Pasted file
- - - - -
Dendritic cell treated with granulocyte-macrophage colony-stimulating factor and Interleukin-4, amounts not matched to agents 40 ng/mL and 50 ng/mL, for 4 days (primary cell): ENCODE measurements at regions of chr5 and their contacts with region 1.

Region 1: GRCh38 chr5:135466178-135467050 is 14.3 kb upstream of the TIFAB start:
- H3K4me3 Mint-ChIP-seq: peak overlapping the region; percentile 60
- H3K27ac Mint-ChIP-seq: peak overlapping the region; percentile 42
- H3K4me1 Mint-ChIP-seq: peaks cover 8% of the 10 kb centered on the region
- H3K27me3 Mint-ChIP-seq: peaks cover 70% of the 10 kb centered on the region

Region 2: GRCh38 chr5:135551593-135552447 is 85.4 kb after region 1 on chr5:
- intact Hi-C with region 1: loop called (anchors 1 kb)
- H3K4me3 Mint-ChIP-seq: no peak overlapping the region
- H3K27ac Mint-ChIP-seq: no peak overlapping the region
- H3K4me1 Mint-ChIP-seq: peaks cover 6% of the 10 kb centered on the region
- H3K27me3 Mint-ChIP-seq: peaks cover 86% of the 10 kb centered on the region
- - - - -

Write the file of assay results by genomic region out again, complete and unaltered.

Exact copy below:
Dendritic cell treated with granulocyte-macrophage colony-stimulating factor and Interleukin-4, amounts not matched to agents 40 ng/mL and 50 ng/mL, for 4 days (primary cell): ENCODE measurements at regions of chr5 and their contacts with region 1.

Region 1: GRCh38 chr5:135466178-135467050 is 14.3 kb upstream of the TIFAB start:
- H3K4me3 Mint-ChIP-seq: peak overlapping the region; percentile 60
- H3K27ac Mint-ChIP-seq: peak overlapping the region; percentile 42
- H3K4me1 Mint-ChIP-seq: peaks cover 8% of the 10 kb centered on the region
- H3K27me3 Mint-ChIP-seq: peaks cover 70% of the 10 kb centered on the region

Region 2: GRCh38 chr5:135551593-135552447 is 85.4 kb after region 1 on chr5:
- intact Hi-C with region 1: loop called (anchors 1 kb)
- H3K4me3 Mint-ChIP-seq: no peak overlapping the region
- H3K27ac Mint-ChIP-seq: no peak overlapping the region
- H3K4me1 Mint-ChIP-seq: peaks cover 6% of the 10 kb centered on the region
- H3K27me3 Mint-ChIP-seq: peaks cover 86% of the 10 kb centered on the region